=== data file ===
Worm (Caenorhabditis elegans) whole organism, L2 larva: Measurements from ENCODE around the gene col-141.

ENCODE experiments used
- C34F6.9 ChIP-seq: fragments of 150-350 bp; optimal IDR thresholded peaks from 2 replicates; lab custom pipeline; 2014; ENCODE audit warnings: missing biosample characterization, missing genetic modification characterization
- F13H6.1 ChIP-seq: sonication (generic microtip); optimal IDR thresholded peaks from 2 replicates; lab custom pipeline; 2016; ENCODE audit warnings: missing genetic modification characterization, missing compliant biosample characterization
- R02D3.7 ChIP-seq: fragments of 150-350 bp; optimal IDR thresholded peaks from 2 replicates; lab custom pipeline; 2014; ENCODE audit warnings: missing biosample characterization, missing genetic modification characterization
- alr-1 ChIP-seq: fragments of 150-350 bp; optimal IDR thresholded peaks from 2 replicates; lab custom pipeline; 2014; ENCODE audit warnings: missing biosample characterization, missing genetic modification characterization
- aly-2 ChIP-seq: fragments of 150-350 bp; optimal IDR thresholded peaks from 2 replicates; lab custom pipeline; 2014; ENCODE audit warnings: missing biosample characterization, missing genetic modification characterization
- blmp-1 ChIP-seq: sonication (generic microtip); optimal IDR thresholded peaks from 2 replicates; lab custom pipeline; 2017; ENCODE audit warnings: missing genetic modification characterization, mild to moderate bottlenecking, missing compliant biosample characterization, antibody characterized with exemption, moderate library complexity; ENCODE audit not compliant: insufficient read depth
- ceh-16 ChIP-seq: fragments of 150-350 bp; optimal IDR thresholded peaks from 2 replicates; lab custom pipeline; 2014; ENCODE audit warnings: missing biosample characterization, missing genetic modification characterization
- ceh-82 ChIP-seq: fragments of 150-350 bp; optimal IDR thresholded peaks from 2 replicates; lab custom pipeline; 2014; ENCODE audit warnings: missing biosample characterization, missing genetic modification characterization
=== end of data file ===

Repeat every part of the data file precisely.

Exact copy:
Worm (Caenorhabditis elegans) whole organism, L2 larva: Measurements from ENCODE around the gene col-141.

ENCODE experiments used
- C34F6.9 ChIP-seq: fragments of 150-350 bp; optimal IDR thresholded peaks from 2 replicates; lab custom pipeline; 2014; ENCODE audit warnings: missing biosample characterization, missing genetic modification characterization
- F13H6.1 ChIP-seq: sonication (generic microtip); optimal IDR thresholded peaks from 2 replicates; lab custom pipeline; 2016; ENCODE audit warnings: missing genetic modification characterization, missing compliant biosample characterization
- R02D3.7 ChIP-seq: fragments of 150-350 bp; optimal IDR thresholded peaks from 2 replicates; lab custom pipeline; 2014; ENCODE audit warnings: missing biosample characterization, missing genetic modification characterization
- alr-1 ChIP-seq: fragments of 150-350 bp; optimal IDR thresholded peaks from 2 replicates; lab custom pipeline; 2014; ENCODE audit warnings: missing biosample characterization, missing genetic modification characterization
- aly-2 ChIP-seq: fragments of 150-350 bp; optimal IDR thresholded peaks from 2 replicates; lab custom pipeline; 2014; ENCODE audit warnings: missing biosample characterization, missing genetic modification characterization
- blmp-1 ChIP-seq: sonication (generic microtip); optimal IDR thresholded peaks from 2 replicates; lab custom pipeline; 2017; ENCODE audit warnings: missing genetic modification characterization, mild to moderate bottlenecking, missing compliant biosample characterization, antibody characterized with exemption, moderate library complexity; ENCODE audit not compliant: insufficient read depth
- ceh-16 ChIP-seq: fragments of 150-350 bp; optimal IDR thresholded peaks from 2 replicates; lab custom pipeline; 2014; ENCODE audit warnings: missing biosample characterization, missing genetic modification characterization
- ceh-82 ChIP-seq: fragments of 150-350 bp; optimal IDR thresholded peaks from 2 replicates; lab custom pipeline; 2014; ENCODE audit warnings: missing biosample characterization, missing genetic modification characterization